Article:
In October 1989, the PFF opened the first in Greece museum devoted to childhood. The museum, housed in the old railway station in Nafplion, consists of the old train depot and the station platform granted to the PFF by the Municipality of Nafplion. A part of the PFF collections related specifically to children is displayed and its educational programmes are aimed at: a) schools and organized groups, and b) the children of the Argolide.
In April 2000 the PFF started a Conservation Centre at Plapouta & Riga Palamidi street in Nafplion. It was donated by the "Stavros S. Niarchos" Foundation. The PFF was the first institution in Greece to establish a textile conservation department - since 1975.
The PFF has organized many exhibitions in Greece and abroad, trying to maintain and transmit intangible cultural heritage. The most important of which are the following:
-Nafplion 1981, the exhibition devoted to the production, elaboration and use of natural fibres in Greece mid 19th to mid 20th c. was the starting point of the interest in museology shown by all the small and many of the large museums in Greece. the pff won the European museum of the year
main award (EMYA) for that exhibition.
-Brussels 1982, Europalia - "Three cycles of Iife"
-Athens 1985, Athens cultural capital of Europe, "Greek costumes and jewellery, past and present"
-Dallas, Texas 1990, Salute to Greece (year devoted to Greece), "Greek Costumes"
-Dallas, Texas 1990, Salute to Greece (year devoted to Greece), "Children's drawings/Karagiozis"
-Athens 2004, Cultural Olympiad, "Ptychoseis = Folds + Pleats, Drapery from Ancient Greek Dress to 21st Century Fashion"
-Nafplion 2006, permanent exhibition, "The Greek Town, Nafplion 1822-1922"
-Nicosia, Cyprus, act. 2007 - Jan. 2008, "From Nafplion to Nicosia, The Collections of the PFF", Leventis Municipal Museum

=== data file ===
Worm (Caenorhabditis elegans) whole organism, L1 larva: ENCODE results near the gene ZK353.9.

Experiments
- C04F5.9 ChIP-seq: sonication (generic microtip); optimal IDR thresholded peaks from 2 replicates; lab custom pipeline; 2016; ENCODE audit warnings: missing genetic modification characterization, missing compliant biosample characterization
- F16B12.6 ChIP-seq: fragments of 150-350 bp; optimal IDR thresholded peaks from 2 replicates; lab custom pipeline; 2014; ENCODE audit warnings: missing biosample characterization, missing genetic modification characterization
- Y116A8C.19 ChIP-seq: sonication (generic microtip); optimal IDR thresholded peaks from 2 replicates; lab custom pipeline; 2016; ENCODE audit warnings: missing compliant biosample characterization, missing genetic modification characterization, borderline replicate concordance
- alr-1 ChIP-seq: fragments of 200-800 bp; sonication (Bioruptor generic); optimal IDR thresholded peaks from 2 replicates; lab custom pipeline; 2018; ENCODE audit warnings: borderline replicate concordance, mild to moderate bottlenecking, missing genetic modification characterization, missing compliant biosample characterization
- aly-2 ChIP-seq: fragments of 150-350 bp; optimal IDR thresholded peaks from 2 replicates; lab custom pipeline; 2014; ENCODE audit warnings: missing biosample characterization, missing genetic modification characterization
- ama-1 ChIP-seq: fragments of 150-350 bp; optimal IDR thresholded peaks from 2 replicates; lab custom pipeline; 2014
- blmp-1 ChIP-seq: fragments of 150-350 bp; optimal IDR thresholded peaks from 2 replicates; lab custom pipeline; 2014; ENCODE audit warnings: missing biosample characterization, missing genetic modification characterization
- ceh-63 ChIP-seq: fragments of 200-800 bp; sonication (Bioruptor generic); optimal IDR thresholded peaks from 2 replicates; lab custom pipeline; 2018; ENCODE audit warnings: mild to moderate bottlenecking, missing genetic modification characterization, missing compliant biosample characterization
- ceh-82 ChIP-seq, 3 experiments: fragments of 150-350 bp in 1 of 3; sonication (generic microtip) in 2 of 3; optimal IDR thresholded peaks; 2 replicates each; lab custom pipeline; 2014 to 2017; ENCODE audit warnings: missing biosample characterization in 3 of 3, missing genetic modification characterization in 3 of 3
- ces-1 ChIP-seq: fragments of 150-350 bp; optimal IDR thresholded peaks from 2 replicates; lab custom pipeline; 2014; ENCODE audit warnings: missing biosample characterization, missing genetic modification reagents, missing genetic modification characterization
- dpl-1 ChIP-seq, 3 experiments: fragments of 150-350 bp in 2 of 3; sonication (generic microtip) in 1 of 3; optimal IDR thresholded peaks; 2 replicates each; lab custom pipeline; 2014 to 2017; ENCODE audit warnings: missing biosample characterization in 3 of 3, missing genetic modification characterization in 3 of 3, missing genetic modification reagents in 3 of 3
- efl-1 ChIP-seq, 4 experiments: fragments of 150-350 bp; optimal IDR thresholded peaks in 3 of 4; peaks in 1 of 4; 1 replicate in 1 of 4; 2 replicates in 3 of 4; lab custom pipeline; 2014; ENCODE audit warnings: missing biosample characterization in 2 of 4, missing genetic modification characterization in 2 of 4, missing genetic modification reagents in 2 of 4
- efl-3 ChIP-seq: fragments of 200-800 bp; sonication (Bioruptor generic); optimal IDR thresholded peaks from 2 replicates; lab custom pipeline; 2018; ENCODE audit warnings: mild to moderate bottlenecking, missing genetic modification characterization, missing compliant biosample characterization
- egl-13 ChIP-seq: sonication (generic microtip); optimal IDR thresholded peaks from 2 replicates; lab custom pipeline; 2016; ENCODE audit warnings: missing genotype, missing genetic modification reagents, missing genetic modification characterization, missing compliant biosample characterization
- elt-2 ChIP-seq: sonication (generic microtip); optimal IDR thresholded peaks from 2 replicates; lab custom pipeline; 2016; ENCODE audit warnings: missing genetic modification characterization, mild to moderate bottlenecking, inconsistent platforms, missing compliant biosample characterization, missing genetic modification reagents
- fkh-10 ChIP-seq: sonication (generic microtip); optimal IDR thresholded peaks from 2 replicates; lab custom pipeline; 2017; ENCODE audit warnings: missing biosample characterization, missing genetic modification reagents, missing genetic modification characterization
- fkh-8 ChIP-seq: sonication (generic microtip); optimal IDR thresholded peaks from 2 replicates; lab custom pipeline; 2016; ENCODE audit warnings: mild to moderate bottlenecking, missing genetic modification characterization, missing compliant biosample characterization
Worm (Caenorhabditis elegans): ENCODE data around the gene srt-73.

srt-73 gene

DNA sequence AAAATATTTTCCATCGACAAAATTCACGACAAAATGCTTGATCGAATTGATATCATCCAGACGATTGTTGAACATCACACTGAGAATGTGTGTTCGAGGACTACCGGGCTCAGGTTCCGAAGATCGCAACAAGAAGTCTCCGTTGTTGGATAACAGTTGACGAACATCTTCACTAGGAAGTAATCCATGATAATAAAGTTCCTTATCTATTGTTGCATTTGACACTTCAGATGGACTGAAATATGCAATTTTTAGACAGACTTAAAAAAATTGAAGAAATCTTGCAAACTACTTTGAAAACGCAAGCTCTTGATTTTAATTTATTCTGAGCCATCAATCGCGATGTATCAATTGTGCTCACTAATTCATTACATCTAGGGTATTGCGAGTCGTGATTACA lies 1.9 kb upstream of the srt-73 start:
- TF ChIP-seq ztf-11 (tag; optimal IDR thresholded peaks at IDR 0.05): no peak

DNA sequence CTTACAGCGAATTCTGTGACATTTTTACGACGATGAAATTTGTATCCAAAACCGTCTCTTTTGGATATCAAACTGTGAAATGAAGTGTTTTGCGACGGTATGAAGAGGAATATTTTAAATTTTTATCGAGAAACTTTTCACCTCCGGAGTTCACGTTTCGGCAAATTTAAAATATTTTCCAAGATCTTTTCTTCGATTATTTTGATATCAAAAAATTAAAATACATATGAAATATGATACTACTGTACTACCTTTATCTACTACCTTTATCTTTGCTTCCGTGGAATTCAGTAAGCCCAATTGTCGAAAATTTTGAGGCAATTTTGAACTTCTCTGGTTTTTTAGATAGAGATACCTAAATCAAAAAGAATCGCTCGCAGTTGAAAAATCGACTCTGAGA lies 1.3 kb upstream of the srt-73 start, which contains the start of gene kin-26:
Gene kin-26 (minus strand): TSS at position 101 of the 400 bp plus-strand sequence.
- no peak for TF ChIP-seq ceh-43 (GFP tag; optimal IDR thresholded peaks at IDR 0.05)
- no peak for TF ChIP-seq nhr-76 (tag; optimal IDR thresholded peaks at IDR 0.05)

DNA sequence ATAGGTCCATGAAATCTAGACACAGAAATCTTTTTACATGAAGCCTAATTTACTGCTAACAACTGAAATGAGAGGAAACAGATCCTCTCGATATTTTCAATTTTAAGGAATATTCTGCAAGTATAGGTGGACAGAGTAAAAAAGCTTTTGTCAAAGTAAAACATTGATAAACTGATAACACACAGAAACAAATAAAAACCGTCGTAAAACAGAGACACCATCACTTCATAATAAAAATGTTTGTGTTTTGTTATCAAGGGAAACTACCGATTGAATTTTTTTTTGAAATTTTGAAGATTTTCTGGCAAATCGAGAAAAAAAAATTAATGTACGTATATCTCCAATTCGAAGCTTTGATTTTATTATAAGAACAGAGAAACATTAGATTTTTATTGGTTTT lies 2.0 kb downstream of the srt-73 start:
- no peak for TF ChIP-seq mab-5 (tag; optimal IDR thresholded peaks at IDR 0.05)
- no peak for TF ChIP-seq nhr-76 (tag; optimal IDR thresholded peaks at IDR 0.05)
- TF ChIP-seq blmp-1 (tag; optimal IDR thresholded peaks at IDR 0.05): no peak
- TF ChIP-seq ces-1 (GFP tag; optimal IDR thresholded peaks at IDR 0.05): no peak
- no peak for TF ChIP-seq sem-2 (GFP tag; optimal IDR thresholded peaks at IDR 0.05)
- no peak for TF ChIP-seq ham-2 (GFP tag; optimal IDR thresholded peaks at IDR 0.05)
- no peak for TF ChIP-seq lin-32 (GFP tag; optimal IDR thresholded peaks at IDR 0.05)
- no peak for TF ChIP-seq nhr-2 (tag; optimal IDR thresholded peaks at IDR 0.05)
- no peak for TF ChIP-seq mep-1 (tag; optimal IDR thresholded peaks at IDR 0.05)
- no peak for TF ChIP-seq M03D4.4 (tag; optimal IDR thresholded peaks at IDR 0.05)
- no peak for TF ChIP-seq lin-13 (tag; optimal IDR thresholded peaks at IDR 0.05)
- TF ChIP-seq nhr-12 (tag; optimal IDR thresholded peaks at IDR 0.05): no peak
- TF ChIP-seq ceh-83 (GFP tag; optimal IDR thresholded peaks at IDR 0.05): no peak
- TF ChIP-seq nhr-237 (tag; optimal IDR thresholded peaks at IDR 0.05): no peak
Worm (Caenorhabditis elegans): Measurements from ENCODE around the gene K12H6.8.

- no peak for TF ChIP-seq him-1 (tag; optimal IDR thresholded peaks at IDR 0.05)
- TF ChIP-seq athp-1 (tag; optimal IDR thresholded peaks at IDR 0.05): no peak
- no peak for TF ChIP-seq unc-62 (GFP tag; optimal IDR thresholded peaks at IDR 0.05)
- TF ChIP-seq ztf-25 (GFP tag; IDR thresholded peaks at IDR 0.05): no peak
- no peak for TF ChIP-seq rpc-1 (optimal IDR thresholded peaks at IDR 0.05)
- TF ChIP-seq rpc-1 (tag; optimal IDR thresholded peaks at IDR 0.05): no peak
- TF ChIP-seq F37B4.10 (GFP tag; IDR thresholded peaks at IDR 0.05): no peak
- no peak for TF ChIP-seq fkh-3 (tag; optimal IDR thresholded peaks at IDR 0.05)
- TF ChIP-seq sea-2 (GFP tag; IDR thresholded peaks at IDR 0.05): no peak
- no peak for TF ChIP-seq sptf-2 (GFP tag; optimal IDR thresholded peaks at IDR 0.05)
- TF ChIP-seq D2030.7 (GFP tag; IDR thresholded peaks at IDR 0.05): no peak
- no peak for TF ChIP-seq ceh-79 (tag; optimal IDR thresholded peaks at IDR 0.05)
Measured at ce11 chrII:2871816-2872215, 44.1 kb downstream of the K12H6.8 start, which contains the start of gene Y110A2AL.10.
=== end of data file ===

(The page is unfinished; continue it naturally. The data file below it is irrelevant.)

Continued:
-Nicosia, Cyprus, act. 2007, "6 Universal Greek Fashion Designers"
-Limassol, Cyprus, Dec. 2007 - Jan. 2008, "TO DRESS" Towards a Costume Culture Museum, Evagoras Lanitis Center.
The PFF publishes two original scientific journals, Ethnographica and Endymatologica as well as other publications that were connected with local communities and tried to maintain and transmit intangible cultural heritage. (see enclosed list of publications)
As a member of the International Council of Museums (ICOM), the PFF has organized the following conferences and meetings.
1. Meeting of the Work Group of the ICOM Costume Committee (1981).
2. Museums and School (1981).
3. Meeting of the ICOM Costume Committee held as part of the celebrations of the tenth anniversary of the foundation of the PFF.
4. Meeting of the International Committee for Education & Cultural Action (CECA) (1988), organized jointly with the Greek Section of ICOM.
5. Three-day seminar devoted to Museum andSchool for teachers in the Argolid (April 1990), organised jointly with the Ministry of Education, the Greek Section of ICOM, and the British Council.